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Jasper Crane Sr. (1602 - 1680)

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Jasper Crane Sr.
Born in Welwyn, Hertfordshire, Englandmap
Son of and [mother unknown]
[sibling(s) unknown]
Husband of — married [date unknown] [location unknown]
Descendants descendants
Died in Newark, Essex County, New Jerseymap
Profile last modified | Created 25 Mar 2011
This page has been accessed 4,054 times.

Categories: Cranes of England, 1500-1800 | Cranes From England To U.S. | Cranes of Newark, NJ | Hector, sailed 1637 | Signers of the New Haven Fundamental Agreement | Fairmount Cemetery, Newark, New Jersey | Old Burying Ground, Newark, New Jersey.

Jasper Crane is a Newark Founder



A founder of New Haven, CT and New Ark, New Jersey. His house was where the Yale University Business Bldg is now located near the "village green" of New Haven.

The couple had 6 children:

Jasper, Jr.,
Hannah Crane Huntington,
Macy Bell Crane, b. abt 1653

The Cranes are descended from the Lord Arundell family and inherit the blood of Charlemagne and Hugh Capet, who sprang from Pharemonel, through him from Antena, King of the Cimarians, 445 B.C. Chilton, near Sodbery in Suffolk, is the home of the Cranes. They lived at Chilton Hall, a moated manse of some distinction, and were Lords of the Manor. In Chilton Church is an elaborate monument to the memory of Sir Robert Crane, knighted by James I. The earliest mention of the family in America appears in the year 1637, when Jasper Crane and wife, Alice, the emigrant ancestors, came from England.

"Mr. Jasper Crayne sold his farm of sixteen acres to Matthew Moultrop on Sept. 7, 1765 but he had moved to Totoket (now Branford) in 1644. There is a tradition that he built on the site now occupied by Mr. H. Walter Chidsey; that he said 'he would build the best house on the east side, which would surprise them all.' A corner cupboard of good workmanship now stands in Mrs. Chidsey's dining-room which was taken out of the old house by her father, the late Edwin S. Bradley. Mr. Crayne was one of the wealthy men of the colony. If he built his house, he failed to finish the second story, which was never done thro all the succeeding ownerships. He seems to have been an energetic, active man but of a restless turn, somewhat captious withal. At one time he was interested in the Iron Works, as overseer or agent. His house in New Haven was on Elm Street, where St. Thomas's Church now stands. He was prominent in the counsels of New Haven, on of its magistrates and deputy to the General Court. He was surveyor and laid out much of the town plot, located grants and settled disputed titles [his own plot is shown on the colony layout of 1644. In 1666 he signed the compact to move from Branford to Newark, N. J. the New Ark Colony At the time of the union of the New Haven Colony with that of Connecticut [1664] all the towns under the jurisdiction of New Haven were satisfied except Branford. Rev. Mr. Pierson and almost [all of] his congregation were so displeased that they soon removed to Newark, where Mr. Crayne became very active and influential in State and church until his death in Oct., 1681."[1]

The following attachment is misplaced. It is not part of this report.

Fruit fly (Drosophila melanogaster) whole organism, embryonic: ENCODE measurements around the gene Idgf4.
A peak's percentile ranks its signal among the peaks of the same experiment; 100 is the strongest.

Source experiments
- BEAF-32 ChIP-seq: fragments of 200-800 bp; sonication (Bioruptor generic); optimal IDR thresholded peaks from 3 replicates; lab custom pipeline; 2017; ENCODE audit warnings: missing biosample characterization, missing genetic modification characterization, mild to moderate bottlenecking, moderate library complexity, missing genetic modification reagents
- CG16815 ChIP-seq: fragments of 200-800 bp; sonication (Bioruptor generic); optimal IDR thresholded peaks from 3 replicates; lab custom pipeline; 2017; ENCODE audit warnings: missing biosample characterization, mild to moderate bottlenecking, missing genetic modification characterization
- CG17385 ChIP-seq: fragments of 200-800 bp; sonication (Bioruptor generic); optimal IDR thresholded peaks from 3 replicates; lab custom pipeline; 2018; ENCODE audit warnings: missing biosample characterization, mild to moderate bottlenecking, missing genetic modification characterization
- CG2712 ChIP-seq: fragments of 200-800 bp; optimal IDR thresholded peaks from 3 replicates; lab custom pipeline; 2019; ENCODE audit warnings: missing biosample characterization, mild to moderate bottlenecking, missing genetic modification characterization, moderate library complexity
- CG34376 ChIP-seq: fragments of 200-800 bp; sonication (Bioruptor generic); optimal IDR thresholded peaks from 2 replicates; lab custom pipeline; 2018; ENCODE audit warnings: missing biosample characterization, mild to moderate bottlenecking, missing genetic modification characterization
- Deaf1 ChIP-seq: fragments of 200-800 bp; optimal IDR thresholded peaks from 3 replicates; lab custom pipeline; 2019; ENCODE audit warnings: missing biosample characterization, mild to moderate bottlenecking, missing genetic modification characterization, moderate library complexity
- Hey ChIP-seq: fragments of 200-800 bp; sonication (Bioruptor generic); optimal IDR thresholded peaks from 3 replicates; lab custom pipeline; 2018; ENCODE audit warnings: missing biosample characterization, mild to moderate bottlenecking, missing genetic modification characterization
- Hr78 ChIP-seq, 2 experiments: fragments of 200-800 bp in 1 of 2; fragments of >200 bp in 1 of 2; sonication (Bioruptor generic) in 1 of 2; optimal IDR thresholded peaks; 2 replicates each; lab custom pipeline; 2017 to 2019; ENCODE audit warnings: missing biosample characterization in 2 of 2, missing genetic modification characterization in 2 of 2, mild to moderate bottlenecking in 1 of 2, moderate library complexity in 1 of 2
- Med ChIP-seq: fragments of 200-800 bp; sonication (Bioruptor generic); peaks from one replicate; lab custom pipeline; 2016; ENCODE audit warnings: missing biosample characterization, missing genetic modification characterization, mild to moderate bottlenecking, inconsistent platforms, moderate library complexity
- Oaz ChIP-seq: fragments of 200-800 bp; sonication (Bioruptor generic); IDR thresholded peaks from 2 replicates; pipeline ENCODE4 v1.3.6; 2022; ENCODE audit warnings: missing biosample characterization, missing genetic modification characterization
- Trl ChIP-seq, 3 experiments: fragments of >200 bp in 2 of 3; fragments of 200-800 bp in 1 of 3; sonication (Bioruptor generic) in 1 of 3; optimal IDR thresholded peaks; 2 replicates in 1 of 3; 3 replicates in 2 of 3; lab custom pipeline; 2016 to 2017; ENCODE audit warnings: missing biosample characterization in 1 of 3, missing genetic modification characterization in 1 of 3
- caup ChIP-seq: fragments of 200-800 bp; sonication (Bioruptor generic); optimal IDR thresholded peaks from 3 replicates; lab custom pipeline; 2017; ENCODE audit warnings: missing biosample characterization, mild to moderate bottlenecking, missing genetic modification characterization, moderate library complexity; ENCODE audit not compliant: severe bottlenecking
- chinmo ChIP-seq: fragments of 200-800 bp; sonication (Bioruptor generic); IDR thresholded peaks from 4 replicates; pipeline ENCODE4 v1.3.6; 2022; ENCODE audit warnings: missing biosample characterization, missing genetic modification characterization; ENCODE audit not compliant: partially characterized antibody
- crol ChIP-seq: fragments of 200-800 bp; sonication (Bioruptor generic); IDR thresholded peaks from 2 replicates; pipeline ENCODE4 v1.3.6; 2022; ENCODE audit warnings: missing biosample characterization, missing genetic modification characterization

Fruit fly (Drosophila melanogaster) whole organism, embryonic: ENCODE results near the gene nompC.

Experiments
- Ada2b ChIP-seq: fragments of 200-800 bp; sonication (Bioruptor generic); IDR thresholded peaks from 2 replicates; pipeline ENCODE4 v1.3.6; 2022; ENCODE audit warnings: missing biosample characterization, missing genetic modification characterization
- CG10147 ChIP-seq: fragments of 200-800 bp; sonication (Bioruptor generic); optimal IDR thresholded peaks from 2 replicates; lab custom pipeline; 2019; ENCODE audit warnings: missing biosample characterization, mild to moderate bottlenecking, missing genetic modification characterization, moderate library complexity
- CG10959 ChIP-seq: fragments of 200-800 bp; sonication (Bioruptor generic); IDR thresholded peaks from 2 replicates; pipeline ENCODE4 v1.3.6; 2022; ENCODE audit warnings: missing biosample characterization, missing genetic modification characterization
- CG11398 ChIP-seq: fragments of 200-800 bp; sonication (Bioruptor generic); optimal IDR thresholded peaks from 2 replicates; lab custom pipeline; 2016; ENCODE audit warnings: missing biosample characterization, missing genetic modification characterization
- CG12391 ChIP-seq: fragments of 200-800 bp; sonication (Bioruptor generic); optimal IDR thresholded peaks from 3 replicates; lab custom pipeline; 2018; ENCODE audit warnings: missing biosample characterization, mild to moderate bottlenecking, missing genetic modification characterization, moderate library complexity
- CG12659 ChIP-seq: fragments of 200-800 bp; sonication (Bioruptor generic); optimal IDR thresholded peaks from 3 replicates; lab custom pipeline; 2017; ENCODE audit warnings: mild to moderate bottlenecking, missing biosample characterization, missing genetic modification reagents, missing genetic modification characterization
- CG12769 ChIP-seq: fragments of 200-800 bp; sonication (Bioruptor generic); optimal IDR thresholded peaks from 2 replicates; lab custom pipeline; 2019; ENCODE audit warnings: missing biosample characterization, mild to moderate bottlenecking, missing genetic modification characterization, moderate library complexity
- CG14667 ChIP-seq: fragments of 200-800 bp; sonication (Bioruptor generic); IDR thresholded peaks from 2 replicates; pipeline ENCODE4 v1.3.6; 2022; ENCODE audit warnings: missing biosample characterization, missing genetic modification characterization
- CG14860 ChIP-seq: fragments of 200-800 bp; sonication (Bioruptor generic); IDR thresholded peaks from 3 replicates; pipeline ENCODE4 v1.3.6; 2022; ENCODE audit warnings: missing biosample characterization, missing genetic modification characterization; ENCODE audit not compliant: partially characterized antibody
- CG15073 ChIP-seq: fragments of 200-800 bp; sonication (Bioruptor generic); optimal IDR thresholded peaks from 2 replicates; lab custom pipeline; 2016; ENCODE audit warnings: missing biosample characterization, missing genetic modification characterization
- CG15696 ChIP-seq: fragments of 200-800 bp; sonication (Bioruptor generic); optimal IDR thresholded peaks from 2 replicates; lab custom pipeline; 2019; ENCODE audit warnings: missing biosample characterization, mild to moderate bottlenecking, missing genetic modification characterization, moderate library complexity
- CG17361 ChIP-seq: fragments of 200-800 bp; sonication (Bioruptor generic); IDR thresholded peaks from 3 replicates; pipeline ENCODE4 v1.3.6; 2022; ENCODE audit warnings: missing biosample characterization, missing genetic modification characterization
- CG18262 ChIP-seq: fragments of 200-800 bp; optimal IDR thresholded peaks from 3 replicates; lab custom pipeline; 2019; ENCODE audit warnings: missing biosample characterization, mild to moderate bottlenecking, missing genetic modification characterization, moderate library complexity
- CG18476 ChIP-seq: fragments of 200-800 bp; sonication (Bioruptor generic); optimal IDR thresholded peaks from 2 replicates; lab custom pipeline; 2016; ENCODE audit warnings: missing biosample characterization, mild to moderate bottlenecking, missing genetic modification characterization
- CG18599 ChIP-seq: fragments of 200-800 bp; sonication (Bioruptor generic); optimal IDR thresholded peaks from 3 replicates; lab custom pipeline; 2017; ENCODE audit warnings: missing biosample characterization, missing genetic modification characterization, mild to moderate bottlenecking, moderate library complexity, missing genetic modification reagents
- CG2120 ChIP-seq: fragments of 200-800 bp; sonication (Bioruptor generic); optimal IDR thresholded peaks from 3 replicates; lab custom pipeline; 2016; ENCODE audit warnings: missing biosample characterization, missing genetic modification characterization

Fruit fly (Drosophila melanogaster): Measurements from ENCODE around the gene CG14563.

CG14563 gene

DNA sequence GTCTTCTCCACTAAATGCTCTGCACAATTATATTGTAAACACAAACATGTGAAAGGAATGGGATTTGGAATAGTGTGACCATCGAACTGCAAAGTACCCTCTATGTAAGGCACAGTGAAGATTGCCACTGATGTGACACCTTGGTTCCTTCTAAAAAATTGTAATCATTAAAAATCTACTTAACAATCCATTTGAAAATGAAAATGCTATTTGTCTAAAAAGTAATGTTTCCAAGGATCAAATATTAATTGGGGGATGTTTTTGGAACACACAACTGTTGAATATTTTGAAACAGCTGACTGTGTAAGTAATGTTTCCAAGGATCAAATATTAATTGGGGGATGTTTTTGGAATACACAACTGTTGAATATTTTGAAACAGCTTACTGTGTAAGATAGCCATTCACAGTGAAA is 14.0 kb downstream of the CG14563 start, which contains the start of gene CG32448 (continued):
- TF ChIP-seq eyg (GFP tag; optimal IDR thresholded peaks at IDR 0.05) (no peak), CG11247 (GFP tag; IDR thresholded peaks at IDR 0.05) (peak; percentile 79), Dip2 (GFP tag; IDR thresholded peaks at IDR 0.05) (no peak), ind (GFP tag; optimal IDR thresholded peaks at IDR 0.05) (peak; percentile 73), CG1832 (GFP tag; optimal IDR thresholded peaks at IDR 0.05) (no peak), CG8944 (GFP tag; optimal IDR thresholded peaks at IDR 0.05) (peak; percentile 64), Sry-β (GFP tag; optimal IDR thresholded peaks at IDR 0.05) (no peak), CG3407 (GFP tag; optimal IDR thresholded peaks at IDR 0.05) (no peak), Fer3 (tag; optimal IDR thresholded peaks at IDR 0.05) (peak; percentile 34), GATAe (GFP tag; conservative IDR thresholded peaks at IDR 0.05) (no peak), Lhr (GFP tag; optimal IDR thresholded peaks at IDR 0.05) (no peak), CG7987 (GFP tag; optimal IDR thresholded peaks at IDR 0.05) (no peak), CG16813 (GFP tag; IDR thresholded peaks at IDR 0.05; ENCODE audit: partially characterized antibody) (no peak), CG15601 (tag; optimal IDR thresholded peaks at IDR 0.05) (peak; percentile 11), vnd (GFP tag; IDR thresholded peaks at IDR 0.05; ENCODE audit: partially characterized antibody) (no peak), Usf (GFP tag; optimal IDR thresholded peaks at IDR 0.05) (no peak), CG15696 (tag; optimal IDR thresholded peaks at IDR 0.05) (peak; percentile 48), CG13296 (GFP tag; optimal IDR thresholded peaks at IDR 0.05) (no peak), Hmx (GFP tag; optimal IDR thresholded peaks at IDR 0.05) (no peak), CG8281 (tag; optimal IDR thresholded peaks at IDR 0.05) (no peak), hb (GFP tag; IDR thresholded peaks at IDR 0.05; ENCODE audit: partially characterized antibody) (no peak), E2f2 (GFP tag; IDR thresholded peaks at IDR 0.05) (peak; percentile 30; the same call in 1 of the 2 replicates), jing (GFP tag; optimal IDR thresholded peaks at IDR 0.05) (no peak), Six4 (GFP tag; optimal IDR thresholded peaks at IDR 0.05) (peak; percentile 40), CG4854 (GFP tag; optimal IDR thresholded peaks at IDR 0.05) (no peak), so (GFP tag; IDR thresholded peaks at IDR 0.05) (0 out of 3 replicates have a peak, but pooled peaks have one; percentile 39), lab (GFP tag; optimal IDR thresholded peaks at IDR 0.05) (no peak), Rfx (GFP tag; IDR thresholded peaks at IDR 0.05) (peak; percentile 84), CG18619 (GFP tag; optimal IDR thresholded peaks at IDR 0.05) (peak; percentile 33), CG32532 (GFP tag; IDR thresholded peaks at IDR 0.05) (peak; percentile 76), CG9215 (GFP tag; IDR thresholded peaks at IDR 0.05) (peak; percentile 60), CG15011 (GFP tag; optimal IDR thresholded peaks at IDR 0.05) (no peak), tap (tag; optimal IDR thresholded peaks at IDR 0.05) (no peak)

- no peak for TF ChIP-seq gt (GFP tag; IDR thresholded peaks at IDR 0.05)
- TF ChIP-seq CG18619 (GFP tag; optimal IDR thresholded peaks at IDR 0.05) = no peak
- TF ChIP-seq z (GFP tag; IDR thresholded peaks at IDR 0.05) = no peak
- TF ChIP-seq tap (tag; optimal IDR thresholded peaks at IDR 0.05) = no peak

Jasper was quite influential in the Newark settlement:

He was first on the list of deputies to the New Jersey General Assembly for a number of years. After the return of Treat to Connecticut, Crane was the first citizen, after the pastor. He, with Treat and others, represented the town at the solemn ceremonies upon Divident Hill, described in the preceding chapter. He was moderator of town meeting on a number of occasions. He was looked up to for his fair dealing. In those days barter played an important part in all business life, and the settlers often paid off their obligations to the town with goods. In 1670, as the Town Minute Book shows, Jasper Crane's half bushel measure was made the standard.